Upon their return to Richmond the workers have decent skills and experience and qualify for free additional technical education. However, they only qualify for this if they stay in North Dakota for a minimum amount of time (say, two years).

    Richmond gets on the job training and work experience for people who have been struggling to get into the workforce (at least, at a mid-skill level). The money in ND is sufficient for the workers to send money back to support their families (see linked article). This is not only more effective than “training only” but probably cheaper too.

    The worker gets a job with on the job training and free additional training upon return.

    North Dakota gets pre-screened workers who are motivated to put in their time in the oil fields in order to qualify for the free additional training.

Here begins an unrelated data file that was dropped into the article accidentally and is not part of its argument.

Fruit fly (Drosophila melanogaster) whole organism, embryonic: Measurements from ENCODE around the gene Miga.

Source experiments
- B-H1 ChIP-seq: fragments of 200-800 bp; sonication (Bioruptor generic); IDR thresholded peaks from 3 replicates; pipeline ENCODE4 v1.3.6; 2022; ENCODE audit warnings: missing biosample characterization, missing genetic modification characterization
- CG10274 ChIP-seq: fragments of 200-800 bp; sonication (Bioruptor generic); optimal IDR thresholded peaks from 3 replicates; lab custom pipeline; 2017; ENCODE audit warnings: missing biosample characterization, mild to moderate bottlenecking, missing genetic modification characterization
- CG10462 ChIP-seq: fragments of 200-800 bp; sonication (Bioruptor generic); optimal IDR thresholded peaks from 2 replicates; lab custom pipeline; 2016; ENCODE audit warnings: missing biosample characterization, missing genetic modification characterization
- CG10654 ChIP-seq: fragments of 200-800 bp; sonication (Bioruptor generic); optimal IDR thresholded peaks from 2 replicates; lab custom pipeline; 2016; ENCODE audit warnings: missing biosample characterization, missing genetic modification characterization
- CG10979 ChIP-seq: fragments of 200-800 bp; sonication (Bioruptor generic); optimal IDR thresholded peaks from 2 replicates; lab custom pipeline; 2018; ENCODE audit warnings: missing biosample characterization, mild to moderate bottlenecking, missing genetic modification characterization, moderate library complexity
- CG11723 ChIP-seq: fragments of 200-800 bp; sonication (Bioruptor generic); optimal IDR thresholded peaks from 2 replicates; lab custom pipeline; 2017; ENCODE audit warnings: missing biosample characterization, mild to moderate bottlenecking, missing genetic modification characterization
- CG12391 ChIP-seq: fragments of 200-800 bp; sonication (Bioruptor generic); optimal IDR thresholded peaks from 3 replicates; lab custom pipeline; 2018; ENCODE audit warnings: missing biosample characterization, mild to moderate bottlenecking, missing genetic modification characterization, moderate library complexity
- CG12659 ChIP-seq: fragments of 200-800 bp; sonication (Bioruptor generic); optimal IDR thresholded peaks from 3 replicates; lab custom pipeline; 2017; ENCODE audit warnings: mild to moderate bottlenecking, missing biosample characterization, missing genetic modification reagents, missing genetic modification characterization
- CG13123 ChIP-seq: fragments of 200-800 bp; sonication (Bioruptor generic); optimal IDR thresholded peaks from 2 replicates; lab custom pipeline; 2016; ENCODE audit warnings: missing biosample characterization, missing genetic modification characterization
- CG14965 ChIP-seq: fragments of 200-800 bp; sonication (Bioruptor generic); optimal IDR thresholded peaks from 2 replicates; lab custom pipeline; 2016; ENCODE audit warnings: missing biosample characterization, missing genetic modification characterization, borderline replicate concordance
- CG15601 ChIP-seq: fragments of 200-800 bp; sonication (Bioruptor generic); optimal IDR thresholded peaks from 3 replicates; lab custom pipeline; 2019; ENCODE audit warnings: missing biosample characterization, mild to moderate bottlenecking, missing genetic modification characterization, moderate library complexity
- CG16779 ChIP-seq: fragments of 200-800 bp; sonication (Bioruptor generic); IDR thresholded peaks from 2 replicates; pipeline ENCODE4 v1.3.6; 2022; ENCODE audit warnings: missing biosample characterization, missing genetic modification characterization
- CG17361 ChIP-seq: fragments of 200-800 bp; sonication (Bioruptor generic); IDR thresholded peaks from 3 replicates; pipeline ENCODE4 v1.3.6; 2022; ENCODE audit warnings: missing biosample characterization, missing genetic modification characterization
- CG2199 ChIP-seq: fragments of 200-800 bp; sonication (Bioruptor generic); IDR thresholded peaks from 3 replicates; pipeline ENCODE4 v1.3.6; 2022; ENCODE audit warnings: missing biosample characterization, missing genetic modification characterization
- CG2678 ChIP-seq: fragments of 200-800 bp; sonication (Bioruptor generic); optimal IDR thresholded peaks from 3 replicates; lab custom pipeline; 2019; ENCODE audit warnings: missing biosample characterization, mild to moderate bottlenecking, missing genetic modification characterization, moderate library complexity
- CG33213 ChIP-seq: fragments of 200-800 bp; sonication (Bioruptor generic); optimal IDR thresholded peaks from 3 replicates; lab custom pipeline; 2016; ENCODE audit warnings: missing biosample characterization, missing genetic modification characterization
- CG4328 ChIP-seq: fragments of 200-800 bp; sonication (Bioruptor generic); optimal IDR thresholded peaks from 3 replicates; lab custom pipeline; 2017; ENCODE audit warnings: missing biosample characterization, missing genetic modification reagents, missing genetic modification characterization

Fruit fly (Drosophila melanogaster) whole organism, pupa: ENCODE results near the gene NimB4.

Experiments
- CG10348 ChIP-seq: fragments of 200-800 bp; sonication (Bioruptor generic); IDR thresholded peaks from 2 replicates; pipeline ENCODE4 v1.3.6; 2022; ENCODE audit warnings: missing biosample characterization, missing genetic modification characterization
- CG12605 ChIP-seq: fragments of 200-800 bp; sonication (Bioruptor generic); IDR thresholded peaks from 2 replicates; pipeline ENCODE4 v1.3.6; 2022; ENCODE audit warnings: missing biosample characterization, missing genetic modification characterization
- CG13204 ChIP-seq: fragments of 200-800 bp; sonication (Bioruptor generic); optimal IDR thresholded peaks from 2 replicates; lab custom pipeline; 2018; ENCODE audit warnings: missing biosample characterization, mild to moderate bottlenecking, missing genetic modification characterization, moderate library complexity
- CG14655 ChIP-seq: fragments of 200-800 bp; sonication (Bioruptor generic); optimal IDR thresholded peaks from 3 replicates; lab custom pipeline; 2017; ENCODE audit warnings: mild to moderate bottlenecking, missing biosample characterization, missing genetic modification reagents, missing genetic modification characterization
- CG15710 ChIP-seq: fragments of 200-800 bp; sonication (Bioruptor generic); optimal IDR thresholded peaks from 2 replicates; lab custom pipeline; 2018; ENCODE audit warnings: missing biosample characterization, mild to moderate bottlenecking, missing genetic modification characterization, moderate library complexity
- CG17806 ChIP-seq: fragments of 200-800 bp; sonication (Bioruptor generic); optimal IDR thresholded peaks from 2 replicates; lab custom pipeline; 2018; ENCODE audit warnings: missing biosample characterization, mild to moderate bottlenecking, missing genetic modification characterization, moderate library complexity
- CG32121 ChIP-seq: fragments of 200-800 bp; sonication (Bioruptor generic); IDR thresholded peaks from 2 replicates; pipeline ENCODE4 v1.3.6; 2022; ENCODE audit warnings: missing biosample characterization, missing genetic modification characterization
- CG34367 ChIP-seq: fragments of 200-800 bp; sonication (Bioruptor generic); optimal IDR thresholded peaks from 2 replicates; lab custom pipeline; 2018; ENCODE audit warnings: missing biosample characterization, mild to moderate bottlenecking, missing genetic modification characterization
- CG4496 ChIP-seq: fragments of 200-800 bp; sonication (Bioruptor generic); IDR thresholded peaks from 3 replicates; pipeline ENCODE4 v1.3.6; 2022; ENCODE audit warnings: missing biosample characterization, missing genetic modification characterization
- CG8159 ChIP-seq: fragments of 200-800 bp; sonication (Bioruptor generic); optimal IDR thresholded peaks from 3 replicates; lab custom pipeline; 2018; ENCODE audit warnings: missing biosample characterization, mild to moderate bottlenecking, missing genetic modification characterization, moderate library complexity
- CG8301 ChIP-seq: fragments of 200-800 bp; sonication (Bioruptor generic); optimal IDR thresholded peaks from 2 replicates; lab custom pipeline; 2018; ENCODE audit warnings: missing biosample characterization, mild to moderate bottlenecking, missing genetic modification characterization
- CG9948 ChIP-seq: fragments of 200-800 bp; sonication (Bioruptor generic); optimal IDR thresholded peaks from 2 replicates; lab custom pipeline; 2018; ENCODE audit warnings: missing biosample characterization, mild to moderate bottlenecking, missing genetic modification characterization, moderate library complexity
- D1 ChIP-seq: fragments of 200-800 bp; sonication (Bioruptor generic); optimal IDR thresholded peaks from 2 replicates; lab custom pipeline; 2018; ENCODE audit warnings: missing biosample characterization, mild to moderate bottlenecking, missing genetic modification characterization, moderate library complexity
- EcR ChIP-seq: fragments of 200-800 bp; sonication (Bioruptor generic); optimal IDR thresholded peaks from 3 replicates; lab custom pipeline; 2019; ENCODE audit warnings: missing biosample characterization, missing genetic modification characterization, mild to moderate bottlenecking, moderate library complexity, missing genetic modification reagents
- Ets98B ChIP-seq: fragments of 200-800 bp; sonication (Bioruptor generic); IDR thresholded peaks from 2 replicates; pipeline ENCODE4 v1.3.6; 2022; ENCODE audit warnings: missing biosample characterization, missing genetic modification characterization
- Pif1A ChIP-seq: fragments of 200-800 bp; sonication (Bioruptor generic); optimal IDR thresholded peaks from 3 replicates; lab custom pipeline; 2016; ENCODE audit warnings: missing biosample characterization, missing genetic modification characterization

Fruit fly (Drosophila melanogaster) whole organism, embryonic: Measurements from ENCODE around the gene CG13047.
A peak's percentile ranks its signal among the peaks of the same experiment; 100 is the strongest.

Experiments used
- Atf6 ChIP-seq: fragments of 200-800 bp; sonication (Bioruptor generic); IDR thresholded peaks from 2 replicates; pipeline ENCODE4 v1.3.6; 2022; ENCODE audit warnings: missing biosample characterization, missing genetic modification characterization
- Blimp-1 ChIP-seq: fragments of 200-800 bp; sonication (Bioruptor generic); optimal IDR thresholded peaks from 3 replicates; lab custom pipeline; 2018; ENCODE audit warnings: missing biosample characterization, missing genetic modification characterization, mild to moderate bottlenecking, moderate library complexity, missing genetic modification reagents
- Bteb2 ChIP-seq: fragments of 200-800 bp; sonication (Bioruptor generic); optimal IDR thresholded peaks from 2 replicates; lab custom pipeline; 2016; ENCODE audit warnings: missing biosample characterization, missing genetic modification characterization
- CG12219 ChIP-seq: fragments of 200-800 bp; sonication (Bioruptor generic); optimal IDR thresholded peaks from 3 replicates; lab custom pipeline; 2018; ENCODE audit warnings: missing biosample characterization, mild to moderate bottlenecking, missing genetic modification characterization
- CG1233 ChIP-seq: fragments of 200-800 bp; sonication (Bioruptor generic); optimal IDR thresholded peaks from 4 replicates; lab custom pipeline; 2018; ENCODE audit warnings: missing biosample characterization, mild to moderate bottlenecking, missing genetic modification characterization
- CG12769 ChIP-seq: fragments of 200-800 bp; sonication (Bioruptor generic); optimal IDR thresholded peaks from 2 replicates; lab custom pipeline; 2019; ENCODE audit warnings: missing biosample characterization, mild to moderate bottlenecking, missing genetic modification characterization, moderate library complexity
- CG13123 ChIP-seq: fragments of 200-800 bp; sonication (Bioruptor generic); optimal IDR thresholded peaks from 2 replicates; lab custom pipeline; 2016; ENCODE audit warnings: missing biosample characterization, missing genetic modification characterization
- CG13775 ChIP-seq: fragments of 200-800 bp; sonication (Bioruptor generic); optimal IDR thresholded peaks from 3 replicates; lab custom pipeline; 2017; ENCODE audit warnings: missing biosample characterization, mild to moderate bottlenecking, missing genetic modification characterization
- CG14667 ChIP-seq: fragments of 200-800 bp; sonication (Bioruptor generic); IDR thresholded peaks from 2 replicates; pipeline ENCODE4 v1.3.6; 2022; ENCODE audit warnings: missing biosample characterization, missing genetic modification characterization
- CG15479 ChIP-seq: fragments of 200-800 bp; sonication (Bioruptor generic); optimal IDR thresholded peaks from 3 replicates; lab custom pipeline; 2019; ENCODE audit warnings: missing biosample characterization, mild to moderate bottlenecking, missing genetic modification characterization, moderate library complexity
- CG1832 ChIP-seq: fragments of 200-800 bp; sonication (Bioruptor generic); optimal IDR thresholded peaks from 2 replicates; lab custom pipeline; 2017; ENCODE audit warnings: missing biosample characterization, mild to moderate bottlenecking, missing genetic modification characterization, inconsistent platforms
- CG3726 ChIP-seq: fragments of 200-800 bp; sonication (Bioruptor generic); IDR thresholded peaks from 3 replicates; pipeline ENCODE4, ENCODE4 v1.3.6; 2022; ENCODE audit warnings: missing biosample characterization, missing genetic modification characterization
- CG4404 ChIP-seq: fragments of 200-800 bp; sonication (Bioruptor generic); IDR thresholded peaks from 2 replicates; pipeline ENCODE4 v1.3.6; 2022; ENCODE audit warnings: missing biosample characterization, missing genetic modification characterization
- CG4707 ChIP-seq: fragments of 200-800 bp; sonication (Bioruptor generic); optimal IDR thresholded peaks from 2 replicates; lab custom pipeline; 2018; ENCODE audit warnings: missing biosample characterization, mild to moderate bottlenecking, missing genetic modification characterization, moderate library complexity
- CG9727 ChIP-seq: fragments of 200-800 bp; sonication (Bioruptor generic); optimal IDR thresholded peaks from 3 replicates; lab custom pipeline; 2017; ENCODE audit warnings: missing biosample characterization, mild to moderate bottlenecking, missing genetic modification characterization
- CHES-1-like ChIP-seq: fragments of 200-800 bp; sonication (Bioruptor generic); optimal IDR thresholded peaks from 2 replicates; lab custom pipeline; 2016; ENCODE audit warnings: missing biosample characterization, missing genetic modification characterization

1. Heh! Heh! I like it. Very outside-the-box thinking. But I am sure there are those who would say it would be imposing an unreasonable hardship to ask people to move to N.D. for two years. Oh, the inhumanity!

      1. DJRippert Avatar

        The American Trucking Association estimated in September that there is a nationwide shortage of 30,000 drivers. The average annual salary for truck drivers is $48,000 per year. That’s more than triple the annualized Virginia minimum wage. Owner / operators have to find a way to buy a truck but they make between $95,000 and $130,000 per year.

    2. Breckinridge Avatar